PHOTO: An Emirates A380 in flight. (photo via Flickr/Roderick Elme)
While America’s big three airlines continue to hammer President Trump about ‘flagrant violations’ by Middle Eastern airlines with respect to the Open Skies agreement, rumors are circulating that Emirates and rival Etihad are considering a merger.
Although the airlines are fierce competitors, both jockeying for dominance in the Middle East, German news site Handelsblatt Global is reporting that the ruling families from the United Arab Emirates have had private discussions about possibly merging the two airlines.
Those rumors are “nonsense,” says Emirates president Tim Clark, speaking at the Bloomberg Berlin Forum.
Clark, did, however, indicate that Emirates is facing a “gathering storm,” according to a story at Bloomberg, as low-cost carriers compete for a larger share of long-haul routes.
“For a long time people thought low-cost long-haul wasn’t economically possible,” said Clark at the forum. “I didn’t believe it to be the case. Now aircraft makers are producing aircraft that can go for far longer quite cheaply, and it’s up to us to recognize that, and look at how we adapt.”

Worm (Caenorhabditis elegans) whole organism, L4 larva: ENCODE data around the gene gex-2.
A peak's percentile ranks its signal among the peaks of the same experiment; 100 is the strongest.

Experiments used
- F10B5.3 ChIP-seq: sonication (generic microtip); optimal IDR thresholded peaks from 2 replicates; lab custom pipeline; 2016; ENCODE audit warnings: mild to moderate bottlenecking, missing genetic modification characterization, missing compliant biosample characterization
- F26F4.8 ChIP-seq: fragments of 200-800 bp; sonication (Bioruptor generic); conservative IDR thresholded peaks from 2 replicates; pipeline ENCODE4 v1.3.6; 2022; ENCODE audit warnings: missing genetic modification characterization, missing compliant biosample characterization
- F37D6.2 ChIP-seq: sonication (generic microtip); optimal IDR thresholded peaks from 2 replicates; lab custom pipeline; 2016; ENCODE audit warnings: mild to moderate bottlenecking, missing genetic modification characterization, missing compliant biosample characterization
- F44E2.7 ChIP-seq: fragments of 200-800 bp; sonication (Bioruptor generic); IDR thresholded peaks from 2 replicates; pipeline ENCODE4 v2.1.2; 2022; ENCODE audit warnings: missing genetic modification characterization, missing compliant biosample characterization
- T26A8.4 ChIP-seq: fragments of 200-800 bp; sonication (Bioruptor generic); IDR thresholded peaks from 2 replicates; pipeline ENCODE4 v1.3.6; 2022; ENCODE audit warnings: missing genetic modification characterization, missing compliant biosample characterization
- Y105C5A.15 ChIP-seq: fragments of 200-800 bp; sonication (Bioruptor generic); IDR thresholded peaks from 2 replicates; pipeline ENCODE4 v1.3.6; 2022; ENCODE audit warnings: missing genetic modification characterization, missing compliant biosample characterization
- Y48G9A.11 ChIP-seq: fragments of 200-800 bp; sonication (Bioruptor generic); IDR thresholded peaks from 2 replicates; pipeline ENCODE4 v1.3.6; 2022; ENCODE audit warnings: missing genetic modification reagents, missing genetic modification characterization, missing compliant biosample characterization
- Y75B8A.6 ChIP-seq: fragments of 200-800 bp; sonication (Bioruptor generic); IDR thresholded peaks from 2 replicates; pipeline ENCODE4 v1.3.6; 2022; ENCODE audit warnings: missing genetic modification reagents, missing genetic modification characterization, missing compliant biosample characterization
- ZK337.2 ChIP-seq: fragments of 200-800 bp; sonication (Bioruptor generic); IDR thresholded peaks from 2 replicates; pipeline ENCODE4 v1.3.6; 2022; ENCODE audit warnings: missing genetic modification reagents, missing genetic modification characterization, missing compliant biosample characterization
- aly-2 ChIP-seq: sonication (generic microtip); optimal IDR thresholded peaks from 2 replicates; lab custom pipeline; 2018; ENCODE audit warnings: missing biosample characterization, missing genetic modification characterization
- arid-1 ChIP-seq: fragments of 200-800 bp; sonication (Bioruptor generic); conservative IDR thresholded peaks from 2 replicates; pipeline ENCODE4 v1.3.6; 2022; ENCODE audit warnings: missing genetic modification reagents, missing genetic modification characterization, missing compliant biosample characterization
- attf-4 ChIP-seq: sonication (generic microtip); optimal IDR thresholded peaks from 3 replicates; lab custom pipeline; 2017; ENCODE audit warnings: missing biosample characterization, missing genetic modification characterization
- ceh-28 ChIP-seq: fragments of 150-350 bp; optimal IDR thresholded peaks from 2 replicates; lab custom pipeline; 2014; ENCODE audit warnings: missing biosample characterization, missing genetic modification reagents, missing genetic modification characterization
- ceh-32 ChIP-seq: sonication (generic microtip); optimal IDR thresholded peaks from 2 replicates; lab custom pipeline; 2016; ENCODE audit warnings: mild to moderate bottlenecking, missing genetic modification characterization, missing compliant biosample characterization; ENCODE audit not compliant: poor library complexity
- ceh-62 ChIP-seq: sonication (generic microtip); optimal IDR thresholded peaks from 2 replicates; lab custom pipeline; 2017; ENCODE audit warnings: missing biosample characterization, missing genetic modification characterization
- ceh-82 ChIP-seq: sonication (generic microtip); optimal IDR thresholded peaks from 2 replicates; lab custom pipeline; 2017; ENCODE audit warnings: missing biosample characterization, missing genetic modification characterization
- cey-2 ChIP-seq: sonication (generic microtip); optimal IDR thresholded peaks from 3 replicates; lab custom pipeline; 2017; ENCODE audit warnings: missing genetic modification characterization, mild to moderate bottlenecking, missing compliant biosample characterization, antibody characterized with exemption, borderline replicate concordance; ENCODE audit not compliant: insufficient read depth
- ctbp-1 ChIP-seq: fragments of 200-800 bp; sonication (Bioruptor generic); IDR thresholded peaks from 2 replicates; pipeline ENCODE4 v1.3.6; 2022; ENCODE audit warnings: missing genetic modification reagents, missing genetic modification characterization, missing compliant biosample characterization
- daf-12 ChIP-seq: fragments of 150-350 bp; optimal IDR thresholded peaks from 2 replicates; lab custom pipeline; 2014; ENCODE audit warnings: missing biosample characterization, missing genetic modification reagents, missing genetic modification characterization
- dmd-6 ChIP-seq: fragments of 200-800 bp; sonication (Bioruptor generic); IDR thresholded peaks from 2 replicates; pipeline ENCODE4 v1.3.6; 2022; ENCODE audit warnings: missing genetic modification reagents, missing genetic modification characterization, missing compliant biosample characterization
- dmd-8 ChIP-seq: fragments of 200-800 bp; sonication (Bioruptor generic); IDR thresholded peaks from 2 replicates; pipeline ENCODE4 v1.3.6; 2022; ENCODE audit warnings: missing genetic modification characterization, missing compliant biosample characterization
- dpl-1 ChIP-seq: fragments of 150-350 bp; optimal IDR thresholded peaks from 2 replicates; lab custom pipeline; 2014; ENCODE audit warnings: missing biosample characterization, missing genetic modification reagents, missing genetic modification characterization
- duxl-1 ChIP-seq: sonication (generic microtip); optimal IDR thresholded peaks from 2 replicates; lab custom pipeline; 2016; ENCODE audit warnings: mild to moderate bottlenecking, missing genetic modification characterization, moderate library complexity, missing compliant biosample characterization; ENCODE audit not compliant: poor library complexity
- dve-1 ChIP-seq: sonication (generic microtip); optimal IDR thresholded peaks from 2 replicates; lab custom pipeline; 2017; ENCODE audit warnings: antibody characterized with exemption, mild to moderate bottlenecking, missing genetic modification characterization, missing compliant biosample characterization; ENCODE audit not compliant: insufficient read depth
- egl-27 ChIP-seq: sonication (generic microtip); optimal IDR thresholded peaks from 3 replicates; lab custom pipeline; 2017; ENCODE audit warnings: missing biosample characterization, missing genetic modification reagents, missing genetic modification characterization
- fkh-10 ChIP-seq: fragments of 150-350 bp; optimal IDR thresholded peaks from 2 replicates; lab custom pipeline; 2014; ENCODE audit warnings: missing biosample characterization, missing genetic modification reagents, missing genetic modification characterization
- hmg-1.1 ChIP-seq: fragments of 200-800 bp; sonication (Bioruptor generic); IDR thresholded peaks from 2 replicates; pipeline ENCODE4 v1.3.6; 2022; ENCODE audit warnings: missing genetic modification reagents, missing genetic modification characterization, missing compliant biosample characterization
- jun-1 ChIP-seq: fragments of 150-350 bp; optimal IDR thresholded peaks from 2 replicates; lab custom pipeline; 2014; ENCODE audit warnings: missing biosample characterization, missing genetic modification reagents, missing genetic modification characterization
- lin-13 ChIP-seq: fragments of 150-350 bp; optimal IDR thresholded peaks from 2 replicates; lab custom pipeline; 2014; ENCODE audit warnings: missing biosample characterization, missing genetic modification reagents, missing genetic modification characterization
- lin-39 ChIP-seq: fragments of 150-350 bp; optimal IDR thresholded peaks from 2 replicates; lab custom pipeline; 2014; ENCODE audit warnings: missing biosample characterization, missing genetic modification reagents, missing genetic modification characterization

Even short-haul, low-cost carriers are adding to the threat, said Clark, as they ink partnership agreements with established long-haul carriers. Ryanair, for example, has announced plans to provide local routes for Norwegian.
World politics are also causing new challenges for global airlines. According to Clark, after President Trump signed his January executive order banning travel from seven Muslim-majority nations, the pace of bookings for Emirates declined by 35 percent.
As Emirates looks forward, the airline is beginning to eye new, short-haul routes throughout the Middle East, using smaller, more fuel-efficient planes.
“Our business model was set in the late 1980s when access was denied to us by many places in the region.”